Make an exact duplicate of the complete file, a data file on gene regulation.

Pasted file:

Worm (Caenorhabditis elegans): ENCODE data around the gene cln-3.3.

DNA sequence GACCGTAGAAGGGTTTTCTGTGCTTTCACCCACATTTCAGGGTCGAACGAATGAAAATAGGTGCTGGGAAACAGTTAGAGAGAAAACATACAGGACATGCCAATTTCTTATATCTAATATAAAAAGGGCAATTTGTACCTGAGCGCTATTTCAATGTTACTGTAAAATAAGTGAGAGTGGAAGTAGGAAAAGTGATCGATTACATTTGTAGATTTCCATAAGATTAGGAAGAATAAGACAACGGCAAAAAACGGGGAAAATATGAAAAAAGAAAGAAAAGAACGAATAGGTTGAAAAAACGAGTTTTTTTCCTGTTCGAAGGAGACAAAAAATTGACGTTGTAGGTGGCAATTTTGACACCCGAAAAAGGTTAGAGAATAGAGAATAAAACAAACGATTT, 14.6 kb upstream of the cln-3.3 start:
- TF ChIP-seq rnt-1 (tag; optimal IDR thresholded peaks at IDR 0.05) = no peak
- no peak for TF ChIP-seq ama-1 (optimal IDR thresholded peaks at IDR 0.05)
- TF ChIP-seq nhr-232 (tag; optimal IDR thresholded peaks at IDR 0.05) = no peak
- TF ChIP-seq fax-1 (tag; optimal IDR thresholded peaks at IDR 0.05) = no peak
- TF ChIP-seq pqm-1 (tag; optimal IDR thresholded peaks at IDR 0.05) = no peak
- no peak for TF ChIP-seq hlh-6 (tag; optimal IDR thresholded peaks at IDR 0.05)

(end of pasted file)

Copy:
Worm (Caenorhabditis elegans): ENCODE data around the gene cln-3.3.

DNA sequence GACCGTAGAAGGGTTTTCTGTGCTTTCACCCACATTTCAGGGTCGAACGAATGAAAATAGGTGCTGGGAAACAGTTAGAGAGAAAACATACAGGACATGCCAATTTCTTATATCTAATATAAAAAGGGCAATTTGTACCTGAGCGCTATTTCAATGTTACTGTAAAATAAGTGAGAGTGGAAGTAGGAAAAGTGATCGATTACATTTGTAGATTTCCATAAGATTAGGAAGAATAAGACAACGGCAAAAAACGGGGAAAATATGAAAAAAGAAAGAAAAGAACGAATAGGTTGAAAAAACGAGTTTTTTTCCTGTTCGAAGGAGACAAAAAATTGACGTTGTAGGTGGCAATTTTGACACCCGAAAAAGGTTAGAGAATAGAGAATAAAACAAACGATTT, 14.6 kb upstream of the cln-3.3 start:
- TF ChIP-seq rnt-1 (tag; optimal IDR thresholded peaks at IDR 0.05) = no peak
- no peak for TF ChIP-seq ama-1 (optimal IDR thresholded peaks at IDR 0.05)
- TF ChIP-seq nhr-232 (tag; optimal IDR thresholded peaks at IDR 0.05) = no peak
- TF ChIP-seq fax-1 (tag; optimal IDR thresholded peaks at IDR 0.05) = no peak
- TF ChIP-seq pqm-1 (tag; optimal IDR thresholded peaks at IDR 0.05) = no peak
- no peak for TF ChIP-seq hlh-6 (tag; optimal IDR thresholded peaks at IDR 0.05)